Get Your Sky-Bound Business Off The Ground By Taking Care Of Health And Safety

We all deal with different hazards when we’re working. For some people, daily use of heavy machinery poses risks on a regular basis. For others, dangerous building tools stand to do damage. And, sometimes, it’s the sheer elevation we work at which poses risks.

We are, of course, talking about when business takes to the sky. There’s a multitude of careers which involve working above-ground. And, whether your business comprises of cleaning windows or cutting down trees, you should consider health and safety.

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This is crucial in business at the best of times. But, when the very nature of the job is dangerous, it becomes even more important. Should anything happen because you didn’t put the right procedures in place, you could lose a lot of money through legal action. Not to mention that staff will soon stop feeling safe when working. Before you know it, neglecting this area could lead to shutting up shop.

Instead, it’s time to have a long and hard think about how you could keep staff safe when they’re up in the clouds. To get you started, let’s consider some of the leading safety points worth focusing on.

A sensible workforce behind you

Before you even get your business off the ground, you need to take time over the people you employ. While health and safety does fall on your shoulders, you also need to ensure your staff can be trusted. That means, each time you hire an employee, you need to consider how sensible they seem. A good judge of this would be their experience. Workers who’ve already done similar jobs are proven entities. You won’t have to worry about such people working in the right way. Those without experience, however, are unknown quantities. In this instance, pay close attention to mannerisms during interviews. Does that candidate seem giggly and unprepared, or serious and reliable?

Of course, observation isn’t always a sure art. So, to protect yourself further, it’s worth employing people on probationary periods. That way, you’re within your rights to let go staff who don’t seem suited to the work. Ask your trusted team members to keep an eye. If they notice worrying behavior, or a new team member messing around, they can let you know. Signs like these in the early days are sure to lead to trouble. So, if this is the case, it’s time to let people go. It may seem harsh, but you can’t take chances in a dangerous career like this. If you find it hard to break the news, remind yourself that you’re only doing to keep the person in question safe.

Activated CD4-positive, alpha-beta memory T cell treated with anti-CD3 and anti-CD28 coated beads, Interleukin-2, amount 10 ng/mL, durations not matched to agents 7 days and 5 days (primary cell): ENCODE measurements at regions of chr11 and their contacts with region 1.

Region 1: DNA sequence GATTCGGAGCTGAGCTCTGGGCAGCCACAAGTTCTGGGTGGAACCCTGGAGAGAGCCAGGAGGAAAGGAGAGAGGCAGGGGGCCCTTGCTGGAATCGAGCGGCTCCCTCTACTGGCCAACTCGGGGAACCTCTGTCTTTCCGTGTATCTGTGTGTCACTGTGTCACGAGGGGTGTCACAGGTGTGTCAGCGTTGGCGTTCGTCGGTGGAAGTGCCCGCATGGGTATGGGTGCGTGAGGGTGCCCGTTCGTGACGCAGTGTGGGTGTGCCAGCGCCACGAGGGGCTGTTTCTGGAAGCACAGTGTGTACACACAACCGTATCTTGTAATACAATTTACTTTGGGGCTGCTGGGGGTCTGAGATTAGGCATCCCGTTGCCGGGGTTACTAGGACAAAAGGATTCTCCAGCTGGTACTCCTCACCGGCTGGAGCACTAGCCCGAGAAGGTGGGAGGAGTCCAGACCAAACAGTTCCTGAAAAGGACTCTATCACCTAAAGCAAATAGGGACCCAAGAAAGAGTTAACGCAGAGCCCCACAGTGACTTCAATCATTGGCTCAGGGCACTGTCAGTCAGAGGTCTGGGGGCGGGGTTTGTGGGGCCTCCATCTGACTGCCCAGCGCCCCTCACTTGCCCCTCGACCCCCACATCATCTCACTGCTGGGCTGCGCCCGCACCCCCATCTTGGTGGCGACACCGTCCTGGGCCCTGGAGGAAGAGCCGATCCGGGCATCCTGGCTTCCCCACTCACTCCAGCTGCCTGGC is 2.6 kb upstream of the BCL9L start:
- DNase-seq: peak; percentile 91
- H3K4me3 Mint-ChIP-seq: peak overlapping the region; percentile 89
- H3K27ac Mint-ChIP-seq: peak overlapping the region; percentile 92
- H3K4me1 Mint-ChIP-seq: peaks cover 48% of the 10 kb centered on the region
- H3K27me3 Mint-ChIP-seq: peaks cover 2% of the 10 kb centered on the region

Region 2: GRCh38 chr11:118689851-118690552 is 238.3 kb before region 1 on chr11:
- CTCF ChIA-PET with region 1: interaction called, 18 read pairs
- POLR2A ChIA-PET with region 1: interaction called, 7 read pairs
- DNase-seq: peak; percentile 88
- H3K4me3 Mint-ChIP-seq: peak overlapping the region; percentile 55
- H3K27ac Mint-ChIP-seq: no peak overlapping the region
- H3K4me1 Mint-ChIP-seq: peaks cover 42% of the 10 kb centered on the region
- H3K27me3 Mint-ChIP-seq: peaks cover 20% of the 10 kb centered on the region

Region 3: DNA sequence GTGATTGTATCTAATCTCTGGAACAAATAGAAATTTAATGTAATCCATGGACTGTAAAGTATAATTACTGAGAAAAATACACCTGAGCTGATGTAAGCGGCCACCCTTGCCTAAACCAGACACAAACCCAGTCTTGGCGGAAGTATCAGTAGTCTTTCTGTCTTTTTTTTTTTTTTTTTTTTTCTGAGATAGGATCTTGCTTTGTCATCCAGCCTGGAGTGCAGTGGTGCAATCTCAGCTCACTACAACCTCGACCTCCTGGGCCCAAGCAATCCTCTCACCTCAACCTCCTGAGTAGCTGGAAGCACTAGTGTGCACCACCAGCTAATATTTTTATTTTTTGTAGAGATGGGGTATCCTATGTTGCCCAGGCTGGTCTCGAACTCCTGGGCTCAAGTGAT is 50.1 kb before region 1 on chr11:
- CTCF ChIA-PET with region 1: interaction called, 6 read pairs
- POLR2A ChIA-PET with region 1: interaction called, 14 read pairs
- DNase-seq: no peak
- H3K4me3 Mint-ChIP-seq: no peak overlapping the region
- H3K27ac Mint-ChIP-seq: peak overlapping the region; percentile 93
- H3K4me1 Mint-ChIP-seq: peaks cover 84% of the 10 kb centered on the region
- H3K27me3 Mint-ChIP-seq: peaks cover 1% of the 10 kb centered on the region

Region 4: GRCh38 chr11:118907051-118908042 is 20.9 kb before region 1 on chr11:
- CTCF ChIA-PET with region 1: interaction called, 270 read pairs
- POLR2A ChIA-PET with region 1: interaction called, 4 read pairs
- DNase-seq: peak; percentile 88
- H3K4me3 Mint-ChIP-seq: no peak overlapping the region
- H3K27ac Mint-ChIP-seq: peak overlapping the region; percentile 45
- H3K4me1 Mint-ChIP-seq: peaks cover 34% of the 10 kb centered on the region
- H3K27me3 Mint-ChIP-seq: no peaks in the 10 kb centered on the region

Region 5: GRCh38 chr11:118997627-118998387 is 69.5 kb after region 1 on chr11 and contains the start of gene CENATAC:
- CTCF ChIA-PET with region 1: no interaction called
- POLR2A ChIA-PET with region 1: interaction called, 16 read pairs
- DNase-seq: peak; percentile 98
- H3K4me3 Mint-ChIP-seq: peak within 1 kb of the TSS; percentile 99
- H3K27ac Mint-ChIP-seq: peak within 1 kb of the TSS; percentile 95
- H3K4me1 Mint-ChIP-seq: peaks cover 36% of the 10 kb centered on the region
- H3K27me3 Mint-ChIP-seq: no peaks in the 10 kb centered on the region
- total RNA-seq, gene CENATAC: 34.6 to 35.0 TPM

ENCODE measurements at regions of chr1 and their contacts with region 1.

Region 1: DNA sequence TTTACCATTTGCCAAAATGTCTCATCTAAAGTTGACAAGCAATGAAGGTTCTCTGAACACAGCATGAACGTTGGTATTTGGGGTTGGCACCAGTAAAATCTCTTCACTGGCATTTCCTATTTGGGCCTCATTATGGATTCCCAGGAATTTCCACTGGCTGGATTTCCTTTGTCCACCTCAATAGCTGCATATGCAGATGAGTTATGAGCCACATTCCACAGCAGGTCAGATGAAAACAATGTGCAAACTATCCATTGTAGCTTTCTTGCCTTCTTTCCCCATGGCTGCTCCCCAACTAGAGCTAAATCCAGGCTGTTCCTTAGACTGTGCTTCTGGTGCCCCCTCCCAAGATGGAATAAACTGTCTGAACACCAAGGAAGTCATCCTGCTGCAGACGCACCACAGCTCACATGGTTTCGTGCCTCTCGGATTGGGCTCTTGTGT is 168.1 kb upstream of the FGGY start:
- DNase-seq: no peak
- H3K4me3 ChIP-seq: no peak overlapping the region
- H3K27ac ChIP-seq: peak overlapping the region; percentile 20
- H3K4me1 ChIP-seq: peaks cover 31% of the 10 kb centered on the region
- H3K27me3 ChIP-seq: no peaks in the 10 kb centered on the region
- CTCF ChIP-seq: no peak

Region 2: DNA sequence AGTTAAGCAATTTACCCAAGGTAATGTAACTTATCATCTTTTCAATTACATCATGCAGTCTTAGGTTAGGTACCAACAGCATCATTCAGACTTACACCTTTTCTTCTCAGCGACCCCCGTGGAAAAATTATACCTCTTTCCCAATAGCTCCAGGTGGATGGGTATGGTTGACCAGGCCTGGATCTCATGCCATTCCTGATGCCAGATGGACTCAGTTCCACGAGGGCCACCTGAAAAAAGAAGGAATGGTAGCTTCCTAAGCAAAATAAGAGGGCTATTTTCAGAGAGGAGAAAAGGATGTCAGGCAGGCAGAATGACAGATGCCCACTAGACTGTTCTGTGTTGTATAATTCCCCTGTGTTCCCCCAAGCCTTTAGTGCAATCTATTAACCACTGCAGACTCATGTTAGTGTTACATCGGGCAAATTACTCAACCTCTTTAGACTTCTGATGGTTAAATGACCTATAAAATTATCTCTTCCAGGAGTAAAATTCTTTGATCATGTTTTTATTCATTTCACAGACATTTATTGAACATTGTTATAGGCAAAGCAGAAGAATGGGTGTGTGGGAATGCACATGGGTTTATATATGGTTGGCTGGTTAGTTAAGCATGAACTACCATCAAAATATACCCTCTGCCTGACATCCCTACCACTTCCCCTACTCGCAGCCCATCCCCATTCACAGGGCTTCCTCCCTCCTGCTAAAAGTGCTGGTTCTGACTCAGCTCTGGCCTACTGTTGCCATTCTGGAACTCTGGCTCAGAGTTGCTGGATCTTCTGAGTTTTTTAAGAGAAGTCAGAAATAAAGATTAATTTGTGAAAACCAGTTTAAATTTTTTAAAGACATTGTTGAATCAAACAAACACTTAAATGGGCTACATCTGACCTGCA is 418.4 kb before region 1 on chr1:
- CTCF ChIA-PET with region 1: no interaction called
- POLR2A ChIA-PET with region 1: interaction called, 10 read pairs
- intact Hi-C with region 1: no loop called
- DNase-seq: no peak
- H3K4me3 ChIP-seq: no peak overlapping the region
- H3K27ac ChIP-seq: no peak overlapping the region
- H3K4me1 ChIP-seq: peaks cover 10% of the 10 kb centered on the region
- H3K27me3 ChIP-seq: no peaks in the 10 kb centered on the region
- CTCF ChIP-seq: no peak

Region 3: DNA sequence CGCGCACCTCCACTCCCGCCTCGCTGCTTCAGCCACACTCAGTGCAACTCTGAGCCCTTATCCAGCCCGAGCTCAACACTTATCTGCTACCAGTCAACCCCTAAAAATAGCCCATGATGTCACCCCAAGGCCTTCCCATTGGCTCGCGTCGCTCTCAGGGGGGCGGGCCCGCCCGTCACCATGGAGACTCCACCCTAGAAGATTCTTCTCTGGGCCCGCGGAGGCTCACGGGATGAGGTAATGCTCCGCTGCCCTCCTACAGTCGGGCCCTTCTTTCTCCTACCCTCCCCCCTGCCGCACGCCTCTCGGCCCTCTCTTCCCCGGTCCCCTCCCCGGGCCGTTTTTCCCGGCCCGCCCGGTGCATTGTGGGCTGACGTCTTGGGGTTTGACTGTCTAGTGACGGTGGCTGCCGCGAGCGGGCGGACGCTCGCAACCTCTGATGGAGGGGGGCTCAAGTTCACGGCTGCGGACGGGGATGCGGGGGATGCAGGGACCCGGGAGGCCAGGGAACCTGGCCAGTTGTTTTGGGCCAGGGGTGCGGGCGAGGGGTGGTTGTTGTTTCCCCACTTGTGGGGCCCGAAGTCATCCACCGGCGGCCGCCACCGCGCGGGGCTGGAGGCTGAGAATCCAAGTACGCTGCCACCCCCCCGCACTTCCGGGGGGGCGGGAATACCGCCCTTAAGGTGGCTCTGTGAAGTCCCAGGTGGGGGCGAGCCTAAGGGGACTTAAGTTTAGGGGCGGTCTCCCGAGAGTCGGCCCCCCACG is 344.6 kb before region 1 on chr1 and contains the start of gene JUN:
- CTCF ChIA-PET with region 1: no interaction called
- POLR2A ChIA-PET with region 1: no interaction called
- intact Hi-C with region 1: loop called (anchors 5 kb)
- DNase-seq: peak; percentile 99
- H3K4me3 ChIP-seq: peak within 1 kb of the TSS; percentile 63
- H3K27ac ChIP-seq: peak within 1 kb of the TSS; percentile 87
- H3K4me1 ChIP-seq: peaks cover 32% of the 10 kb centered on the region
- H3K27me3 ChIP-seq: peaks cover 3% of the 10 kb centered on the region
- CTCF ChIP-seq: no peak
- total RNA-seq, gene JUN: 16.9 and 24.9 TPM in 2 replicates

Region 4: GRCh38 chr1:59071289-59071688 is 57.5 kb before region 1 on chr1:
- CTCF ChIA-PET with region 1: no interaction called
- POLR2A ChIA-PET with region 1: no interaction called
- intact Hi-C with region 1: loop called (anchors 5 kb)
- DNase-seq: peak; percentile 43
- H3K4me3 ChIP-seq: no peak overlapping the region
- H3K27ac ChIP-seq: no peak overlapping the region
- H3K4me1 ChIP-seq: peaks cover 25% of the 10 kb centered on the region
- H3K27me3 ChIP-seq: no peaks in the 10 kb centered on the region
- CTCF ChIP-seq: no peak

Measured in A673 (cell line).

A safe way to get up there

Then, you need to consider the safety of the method your staff use to get up high. Once upon a time, ladders were the only option here. And, these could still serve you well in some cases. Window cleaners working on residential properties could get away with one of these. Equally some builders and gardening companies could put ladders to good use. These have the benefit of not relying on electronics to do the job. But, there is a downside as well. On unsteady ground, this is far from a safe option. What’s more, a damaged ladder might not make itself known until someone’s already received an injury. But, that doesn’t mean this can’t be a safe option. By training staff on where to set up ladders, you can ensure they only ever make use of stable and reliable ground. And, by carrying out regular equipment checks, you can rest easy that no ladders will malfunction.